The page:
With Alabama’s abundant waterways, hunters sometimes can only access their hunting land via some type of boat or vessel. That goes not only for waterfowl hunters but for deer and small game as well.
When the weather is cold and the water temperature is low, using personal flotation devices (PFDs) is crucial for safety should an accident occur and hunters end up in the water. Drowning is not the only risk. Hypothermia sets in in only minutes in frigid water.
Paul Barnard is a 35-year veteran in the U.S. Coast Guard (USCG) with 20 years of active duty, including stints at Dauphin Island and Brookley Field. Currently as the Recreational Boating Safety Specialist stationed in the New Orleans district, which covers 26 states, Barnard is urging all hunters and boaters who take to the water this time of year to exercise caution and wear PFDs.
Barnard heads the USCG’s Operation Artemus Borios, which is aimed at keeping hunters and boaters safe during the winter.
“Artemus was the Greek goddess of the hunt, and Borios is the god of the cold and winter winds,” Barnard said. “The objective of the program is to reach out to hunters and all boaters who operate in cold weather to discuss the dangers to those activities. It is an outreach and enforcement operation. The enforcement is not a ticket-writing operation. We actually engage people at the dock before they launch. Enforcement focuses on the preventative aspect.”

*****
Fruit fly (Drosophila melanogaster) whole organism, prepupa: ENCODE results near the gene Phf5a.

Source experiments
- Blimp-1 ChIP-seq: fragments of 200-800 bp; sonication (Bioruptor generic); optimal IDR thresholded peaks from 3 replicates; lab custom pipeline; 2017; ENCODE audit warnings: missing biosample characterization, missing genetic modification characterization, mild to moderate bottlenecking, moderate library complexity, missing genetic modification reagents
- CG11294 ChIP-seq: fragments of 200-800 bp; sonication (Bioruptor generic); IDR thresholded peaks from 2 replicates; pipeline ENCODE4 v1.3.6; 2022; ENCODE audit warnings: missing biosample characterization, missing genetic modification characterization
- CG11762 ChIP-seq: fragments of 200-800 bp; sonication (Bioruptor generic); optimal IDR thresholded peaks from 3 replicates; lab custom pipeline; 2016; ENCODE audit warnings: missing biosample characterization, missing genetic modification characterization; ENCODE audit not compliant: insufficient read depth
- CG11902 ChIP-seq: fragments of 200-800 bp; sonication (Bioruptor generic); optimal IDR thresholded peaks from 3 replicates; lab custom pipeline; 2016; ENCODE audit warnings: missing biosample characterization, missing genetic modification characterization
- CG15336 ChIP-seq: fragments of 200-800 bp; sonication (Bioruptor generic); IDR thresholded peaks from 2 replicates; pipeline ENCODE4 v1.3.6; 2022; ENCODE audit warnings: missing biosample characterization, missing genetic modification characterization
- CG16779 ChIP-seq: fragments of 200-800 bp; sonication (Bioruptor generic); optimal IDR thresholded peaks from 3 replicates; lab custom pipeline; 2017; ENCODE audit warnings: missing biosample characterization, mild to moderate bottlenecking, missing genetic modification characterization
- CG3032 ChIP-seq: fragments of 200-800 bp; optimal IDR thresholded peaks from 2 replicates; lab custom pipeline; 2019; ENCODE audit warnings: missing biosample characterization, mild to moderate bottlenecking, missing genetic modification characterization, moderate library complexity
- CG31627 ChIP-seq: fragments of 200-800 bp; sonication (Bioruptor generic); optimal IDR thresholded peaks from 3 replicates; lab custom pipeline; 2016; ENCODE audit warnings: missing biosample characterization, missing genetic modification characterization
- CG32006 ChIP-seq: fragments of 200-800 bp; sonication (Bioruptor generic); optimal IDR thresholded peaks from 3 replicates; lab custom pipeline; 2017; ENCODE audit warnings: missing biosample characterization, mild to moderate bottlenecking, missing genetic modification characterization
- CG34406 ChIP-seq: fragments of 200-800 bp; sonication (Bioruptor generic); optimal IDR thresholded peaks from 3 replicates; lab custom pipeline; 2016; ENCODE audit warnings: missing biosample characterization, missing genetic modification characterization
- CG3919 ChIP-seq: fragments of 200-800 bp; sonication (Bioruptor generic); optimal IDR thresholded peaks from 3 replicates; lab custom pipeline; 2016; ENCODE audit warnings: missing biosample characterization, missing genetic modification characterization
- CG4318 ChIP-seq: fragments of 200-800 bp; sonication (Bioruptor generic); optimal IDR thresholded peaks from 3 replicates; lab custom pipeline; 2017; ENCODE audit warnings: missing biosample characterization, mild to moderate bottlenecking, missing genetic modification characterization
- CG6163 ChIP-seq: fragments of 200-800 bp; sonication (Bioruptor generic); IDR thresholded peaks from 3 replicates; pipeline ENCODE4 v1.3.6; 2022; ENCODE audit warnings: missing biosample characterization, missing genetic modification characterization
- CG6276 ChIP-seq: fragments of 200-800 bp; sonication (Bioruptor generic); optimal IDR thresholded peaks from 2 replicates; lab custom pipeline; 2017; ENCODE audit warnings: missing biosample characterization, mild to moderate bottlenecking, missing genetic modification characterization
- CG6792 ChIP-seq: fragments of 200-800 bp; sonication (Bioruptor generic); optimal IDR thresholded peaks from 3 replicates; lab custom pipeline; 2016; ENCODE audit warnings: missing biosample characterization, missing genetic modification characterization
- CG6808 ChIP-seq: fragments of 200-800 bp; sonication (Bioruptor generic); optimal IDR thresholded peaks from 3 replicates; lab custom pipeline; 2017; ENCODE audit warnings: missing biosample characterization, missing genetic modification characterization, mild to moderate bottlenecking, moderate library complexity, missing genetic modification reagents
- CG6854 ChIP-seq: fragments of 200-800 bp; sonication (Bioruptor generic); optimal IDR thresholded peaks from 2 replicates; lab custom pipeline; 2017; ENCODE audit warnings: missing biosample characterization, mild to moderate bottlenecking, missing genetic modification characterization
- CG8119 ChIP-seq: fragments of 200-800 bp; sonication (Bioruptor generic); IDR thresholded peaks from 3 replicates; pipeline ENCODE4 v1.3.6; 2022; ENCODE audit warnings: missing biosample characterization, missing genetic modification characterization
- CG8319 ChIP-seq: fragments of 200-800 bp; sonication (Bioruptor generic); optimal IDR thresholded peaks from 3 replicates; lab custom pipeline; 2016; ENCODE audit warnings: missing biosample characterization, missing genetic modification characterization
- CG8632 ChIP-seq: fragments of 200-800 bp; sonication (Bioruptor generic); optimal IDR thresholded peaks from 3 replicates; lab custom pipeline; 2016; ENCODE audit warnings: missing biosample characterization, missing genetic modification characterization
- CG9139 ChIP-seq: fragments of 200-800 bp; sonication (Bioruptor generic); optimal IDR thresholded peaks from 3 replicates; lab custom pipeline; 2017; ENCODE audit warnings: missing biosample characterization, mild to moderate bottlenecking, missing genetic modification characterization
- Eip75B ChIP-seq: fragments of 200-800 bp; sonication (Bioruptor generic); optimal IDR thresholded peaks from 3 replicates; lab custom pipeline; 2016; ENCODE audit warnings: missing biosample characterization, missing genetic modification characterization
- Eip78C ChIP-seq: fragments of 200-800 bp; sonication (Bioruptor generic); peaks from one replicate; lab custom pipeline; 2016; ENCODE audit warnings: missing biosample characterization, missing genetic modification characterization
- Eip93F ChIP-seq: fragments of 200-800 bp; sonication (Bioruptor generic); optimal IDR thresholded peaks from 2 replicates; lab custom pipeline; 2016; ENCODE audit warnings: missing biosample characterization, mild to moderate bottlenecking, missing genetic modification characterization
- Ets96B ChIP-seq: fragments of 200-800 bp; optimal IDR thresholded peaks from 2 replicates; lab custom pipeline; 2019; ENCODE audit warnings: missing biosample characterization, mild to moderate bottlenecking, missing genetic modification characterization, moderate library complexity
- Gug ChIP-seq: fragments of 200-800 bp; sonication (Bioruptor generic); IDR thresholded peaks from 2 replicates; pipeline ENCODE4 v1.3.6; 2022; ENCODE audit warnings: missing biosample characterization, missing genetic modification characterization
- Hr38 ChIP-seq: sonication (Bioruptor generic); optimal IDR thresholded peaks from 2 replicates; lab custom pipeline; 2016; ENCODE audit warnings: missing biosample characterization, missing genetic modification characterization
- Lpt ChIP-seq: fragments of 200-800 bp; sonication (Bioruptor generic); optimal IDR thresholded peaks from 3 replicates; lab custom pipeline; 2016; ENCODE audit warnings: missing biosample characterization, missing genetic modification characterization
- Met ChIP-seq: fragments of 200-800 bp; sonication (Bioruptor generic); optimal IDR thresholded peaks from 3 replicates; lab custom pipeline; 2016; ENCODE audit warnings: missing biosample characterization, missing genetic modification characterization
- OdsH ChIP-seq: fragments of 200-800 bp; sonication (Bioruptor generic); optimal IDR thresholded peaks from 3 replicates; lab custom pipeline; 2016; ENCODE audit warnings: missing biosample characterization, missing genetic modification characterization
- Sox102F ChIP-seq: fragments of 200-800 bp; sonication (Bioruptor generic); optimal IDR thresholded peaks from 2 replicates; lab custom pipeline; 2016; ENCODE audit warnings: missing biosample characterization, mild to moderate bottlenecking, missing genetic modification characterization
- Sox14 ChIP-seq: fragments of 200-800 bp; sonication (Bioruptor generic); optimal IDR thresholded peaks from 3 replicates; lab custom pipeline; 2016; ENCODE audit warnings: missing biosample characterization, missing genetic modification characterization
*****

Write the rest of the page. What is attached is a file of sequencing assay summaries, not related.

Last year two young duck hunters went missing during a hunt on the Mississippi River. The two hunters have never been found after extensive search efforts.
In 2009, two hunters used a canoe to access areas in the Mobile-Tensaw Delta to go squirrel hunting. Their canoe was found half submerged. The body of one of the hunters was recovered in January of 2010 in the Gulf of Mexico.
In 2013, a 16-year-old duck hunter drowned on Lake Martin after his canoe capsized.
In February 2014, two brothers died while fishing on the Coosa River after their canoe overturned.
In January 2021, three duck hunters went into the water when their boat capsized on the Tennessee River. One of the hunters drowned.
Barnard said boats used for hunting are usually smaller with little freeboard and are frequently loaded with hunting gear from climbing stands to blind material and dozens of duck decoys. Also, hunters often wear heavy coats and waders to deal with the cold. Barnard said the combination of those factors presents an elevated risk of capsizing and drowning.
“Ducks often fly when the winds are howling,” Barnard said. “Cold fronts may pass during hunting trips and bring treacherous conditions with them. Combine this with heavily loaded small boats, and it’s a recipe for disaster. Watch the weather closely. Avoid big water when the winds are high or are forecast to be high.”
Barnard said donning a PFD before you leave the dock is the best practice. It may be too late to try to put on a life jacket when the boat is taking on water or has already capsized.
“Wear a life jacket,” he said. “Just do it. Modern PFDs are comfortable, non-confining and affordable. Some of …….